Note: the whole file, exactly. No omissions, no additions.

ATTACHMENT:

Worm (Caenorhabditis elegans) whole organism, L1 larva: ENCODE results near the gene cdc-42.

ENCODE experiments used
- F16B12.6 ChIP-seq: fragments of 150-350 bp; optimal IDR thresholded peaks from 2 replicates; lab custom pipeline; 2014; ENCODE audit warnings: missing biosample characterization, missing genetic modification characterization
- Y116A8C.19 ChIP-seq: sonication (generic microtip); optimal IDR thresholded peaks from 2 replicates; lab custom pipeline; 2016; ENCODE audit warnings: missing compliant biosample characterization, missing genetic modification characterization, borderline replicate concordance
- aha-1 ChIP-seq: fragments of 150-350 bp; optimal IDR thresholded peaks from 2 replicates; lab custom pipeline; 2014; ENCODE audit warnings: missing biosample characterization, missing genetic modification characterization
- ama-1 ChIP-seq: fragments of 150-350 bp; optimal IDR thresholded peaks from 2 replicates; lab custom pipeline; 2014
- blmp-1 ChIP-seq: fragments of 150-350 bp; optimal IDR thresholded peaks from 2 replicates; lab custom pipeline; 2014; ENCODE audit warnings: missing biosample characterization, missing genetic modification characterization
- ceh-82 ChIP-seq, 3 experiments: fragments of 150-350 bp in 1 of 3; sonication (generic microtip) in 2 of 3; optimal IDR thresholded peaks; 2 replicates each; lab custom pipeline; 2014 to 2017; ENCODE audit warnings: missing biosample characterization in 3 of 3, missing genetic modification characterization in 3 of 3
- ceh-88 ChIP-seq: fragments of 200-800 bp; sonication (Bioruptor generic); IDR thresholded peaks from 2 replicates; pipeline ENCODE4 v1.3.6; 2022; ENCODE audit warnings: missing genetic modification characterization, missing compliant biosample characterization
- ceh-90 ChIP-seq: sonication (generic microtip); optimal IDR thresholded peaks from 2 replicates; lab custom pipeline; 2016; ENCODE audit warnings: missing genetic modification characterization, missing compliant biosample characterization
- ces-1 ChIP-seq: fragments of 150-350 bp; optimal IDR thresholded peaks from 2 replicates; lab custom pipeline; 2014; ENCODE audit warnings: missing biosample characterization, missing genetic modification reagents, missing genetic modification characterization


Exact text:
Worm (Caenorhabditis elegans) whole organism, L1 larva: ENCODE results near the gene cdc-42.

ENCODE experiments used
- F16B12.6 ChIP-seq: fragments of 150-350 bp; optimal IDR thresholded peaks from 2 replicates; lab custom pipeline; 2014; ENCODE audit warnings: missing biosample characterization, missing genetic modification characterization
- Y116A8C.19 ChIP-seq: sonication (generic microtip); optimal IDR thresholded peaks from 2 replicates; lab custom pipeline; 2016; ENCODE audit warnings: missing compliant biosample characterization, missing genetic modification characterization, borderline replicate concordance
- aha-1 ChIP-seq: fragments of 150-350 bp; optimal IDR thresholded peaks from 2 replicates; lab custom pipeline; 2014; ENCODE audit warnings: missing biosample characterization, missing genetic modification characterization
- ama-1 ChIP-seq: fragments of 150-350 bp; optimal IDR thresholded peaks from 2 replicates; lab custom pipeline; 2014
- blmp-1 ChIP-seq: fragments of 150-350 bp; optimal IDR thresholded peaks from 2 replicates; lab custom pipeline; 2014; ENCODE audit warnings: missing biosample characterization, missing genetic modification characterization
- ceh-82 ChIP-seq, 3 experiments: fragments of 150-350 bp in 1 of 3; sonication (generic microtip) in 2 of 3; optimal IDR thresholded peaks; 2 replicates each; lab custom pipeline; 2014 to 2017; ENCODE audit warnings: missing biosample characterization in 3 of 3, missing genetic modification characterization in 3 of 3
- ceh-88 ChIP-seq: fragments of 200-800 bp; sonication (Bioruptor generic); IDR thresholded peaks from 2 replicates; pipeline ENCODE4 v1.3.6; 2022; ENCODE audit warnings: missing genetic modification characterization, missing compliant biosample characterization
- ceh-90 ChIP-seq: sonication (generic microtip); optimal IDR thresholded peaks from 2 replicates; lab custom pipeline; 2016; ENCODE audit warnings: missing genetic modification characterization, missing compliant biosample characterization
- ces-1 ChIP-seq: fragments of 150-350 bp; optimal IDR thresholded peaks from 2 replicates; lab custom pipeline; 2014; ENCODE audit warnings: missing biosample characterization, missing genetic modification reagents, missing genetic modification characterization